US GAAP or simply GAAP are accounting rules used to prepare, present, and report financial statements for a wide variety of entities, including publicly-traded and privately-held companies, non-profit organizations, and governments. The Financial Accounting Standards Board (FASB) is a private, not-for-profit organization whose primary purpose is to develop GAAP within the United States in the public's interest. The Securities and Exchange Commission (SEC) designated the FASB as the organization responsible for setting accounting standards for public companies in the U.S.
On the other hand, the second set of accounting standard is IFRS (International Financial Reporting Standards), which is issued by the International Accounting Standards Board (IASB), based in London. Nearly 100 countries use it or coordinate their financial instruments. These countries or groups of countries include the European Union, Australia, and South Africa. While some countries require all companies to adhere to IFRS, others merely allow it, or try to coordinate its own country’s standards to be similar. The IASB is working toward this goal in a partnership with some of the most influential accounting standard-setters across the globe.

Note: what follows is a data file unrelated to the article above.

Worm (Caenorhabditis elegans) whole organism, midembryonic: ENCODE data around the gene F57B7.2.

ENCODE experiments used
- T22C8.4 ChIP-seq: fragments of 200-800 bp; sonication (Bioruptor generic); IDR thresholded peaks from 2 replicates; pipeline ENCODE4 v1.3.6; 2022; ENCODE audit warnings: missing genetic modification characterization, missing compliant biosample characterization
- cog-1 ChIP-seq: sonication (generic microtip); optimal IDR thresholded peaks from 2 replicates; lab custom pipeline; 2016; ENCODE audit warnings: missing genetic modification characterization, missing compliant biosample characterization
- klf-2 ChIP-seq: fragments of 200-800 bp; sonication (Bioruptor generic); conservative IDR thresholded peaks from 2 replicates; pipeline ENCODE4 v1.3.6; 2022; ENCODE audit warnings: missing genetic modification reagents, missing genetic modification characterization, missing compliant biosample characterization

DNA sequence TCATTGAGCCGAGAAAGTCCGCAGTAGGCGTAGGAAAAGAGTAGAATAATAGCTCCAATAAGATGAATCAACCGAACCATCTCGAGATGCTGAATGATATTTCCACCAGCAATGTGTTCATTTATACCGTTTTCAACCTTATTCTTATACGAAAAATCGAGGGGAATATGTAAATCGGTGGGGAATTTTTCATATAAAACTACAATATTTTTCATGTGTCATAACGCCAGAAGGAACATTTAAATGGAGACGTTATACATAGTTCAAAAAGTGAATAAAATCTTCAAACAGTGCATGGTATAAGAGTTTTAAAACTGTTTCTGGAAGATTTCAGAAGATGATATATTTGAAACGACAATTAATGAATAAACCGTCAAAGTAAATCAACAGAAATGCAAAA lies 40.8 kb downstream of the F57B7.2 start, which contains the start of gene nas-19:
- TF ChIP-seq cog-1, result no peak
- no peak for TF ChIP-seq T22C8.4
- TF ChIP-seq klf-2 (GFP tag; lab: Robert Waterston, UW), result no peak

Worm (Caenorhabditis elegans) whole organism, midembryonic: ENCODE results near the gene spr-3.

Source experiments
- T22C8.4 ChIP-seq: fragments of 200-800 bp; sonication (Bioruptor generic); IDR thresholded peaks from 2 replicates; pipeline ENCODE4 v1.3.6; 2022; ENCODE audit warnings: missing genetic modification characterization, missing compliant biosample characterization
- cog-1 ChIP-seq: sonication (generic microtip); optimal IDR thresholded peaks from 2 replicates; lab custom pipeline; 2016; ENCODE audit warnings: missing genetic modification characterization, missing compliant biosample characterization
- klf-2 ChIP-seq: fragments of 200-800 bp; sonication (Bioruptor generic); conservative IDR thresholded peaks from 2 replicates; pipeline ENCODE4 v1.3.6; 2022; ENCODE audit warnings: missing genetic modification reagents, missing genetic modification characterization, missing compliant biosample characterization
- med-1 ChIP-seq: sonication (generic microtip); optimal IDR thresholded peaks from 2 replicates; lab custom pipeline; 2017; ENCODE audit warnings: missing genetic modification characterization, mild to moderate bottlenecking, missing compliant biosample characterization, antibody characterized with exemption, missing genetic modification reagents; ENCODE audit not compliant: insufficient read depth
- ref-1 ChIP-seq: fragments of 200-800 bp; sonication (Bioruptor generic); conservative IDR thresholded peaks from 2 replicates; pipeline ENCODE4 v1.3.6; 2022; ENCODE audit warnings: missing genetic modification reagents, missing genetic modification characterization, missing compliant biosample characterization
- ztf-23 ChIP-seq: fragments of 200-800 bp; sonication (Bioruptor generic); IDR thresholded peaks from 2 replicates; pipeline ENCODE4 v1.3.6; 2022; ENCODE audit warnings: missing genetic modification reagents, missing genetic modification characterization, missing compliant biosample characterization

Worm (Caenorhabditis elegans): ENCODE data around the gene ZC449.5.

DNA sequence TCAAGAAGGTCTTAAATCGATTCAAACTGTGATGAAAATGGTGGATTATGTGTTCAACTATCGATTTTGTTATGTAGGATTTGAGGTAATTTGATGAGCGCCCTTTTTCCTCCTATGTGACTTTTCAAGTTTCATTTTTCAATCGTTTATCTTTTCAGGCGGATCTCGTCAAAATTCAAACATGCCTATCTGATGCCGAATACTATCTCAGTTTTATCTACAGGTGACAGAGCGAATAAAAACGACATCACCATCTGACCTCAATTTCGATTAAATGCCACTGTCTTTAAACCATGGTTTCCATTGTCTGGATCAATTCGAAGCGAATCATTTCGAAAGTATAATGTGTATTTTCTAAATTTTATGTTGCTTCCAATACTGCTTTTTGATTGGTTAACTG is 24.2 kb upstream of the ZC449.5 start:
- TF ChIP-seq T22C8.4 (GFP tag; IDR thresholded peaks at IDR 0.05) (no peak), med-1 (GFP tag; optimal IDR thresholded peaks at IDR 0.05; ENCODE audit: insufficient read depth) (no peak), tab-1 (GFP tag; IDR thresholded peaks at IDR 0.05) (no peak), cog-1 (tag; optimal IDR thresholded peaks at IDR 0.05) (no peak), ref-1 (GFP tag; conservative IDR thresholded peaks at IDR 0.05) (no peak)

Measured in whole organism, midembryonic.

The globalization of business and finance has led more than 12,000 companies in more than 100 countries to adopt IFRS. In the United States, the Securities and Exchange Commission (SEC) has been taking steps to set a date to allow U.S. public companies to use IFRS, and perhaps make its adoption mandatory. In fact, on November 14, 2008, the SEC released for public comment a proposed roadmap with a timeline and key milestones for adopting IFRS, beginning in 2014.
IFRS website states that the convergence between IFRS and US GAAP brings some benefits. Growing interest in the global acceptance of a... [continues]
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